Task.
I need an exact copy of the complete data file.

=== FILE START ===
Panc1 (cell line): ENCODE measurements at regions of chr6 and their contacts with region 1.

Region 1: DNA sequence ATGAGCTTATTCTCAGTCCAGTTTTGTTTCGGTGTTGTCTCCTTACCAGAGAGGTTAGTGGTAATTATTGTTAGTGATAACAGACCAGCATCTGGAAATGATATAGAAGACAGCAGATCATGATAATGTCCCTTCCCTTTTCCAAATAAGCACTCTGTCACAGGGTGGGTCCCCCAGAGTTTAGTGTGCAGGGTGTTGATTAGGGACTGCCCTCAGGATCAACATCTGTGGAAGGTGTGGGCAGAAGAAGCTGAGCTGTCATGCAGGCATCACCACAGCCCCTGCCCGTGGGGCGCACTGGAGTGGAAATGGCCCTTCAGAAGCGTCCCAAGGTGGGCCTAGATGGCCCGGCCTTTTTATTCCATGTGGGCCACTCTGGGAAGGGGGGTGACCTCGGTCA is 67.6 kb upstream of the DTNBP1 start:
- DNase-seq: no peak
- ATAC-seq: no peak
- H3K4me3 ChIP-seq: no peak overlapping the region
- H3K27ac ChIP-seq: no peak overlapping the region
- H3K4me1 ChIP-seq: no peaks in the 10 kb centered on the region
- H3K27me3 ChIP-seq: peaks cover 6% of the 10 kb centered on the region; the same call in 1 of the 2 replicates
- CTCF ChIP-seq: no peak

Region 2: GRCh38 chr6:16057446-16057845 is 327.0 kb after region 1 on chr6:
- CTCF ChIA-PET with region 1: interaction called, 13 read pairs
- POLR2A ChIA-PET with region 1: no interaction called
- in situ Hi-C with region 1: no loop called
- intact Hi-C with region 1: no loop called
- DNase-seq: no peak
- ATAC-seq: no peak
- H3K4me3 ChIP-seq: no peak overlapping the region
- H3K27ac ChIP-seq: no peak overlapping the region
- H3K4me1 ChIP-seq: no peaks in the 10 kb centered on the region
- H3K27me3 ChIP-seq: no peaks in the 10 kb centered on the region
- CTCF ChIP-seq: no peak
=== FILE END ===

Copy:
Panc1 (cell line): ENCODE measurements at regions of chr6 and their contacts with region 1.

Region 1: DNA sequence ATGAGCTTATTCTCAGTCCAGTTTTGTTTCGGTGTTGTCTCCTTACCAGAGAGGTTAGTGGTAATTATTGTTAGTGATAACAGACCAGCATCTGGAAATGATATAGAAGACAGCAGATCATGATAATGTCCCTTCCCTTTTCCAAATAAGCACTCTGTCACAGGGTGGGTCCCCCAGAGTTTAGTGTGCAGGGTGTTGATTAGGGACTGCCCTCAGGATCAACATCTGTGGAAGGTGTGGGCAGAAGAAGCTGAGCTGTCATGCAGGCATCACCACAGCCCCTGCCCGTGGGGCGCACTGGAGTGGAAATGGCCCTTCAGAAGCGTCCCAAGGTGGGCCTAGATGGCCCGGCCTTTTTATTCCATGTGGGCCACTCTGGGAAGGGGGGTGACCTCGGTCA is 67.6 kb upstream of the DTNBP1 start:
- DNase-seq: no peak
- ATAC-seq: no peak
- H3K4me3 ChIP-seq: no peak overlapping the region
- H3K27ac ChIP-seq: no peak overlapping the region
- H3K4me1 ChIP-seq: no peaks in the 10 kb centered on the region
- H3K27me3 ChIP-seq: peaks cover 6% of the 10 kb centered on the region; the same call in 1 of the 2 replicates
- CTCF ChIP-seq: no peak

Region 2: GRCh38 chr6:16057446-16057845 is 327.0 kb after region 1 on chr6:
- CTCF ChIA-PET with region 1: interaction called, 13 read pairs
- POLR2A ChIA-PET with region 1: no interaction called
- in situ Hi-C with region 1: no loop called
- intact Hi-C with region 1: no loop called
- DNase-seq: no peak
- ATAC-seq: no peak
- H3K4me3 ChIP-seq: no peak overlapping the region
- H3K27ac ChIP-seq: no peak overlapping the region
- H3K4me1 ChIP-seq: no peaks in the 10 kb centered on the region
- H3K27me3 ChIP-seq: no peaks in the 10 kb centered on the region
- CTCF ChIP-seq: no peak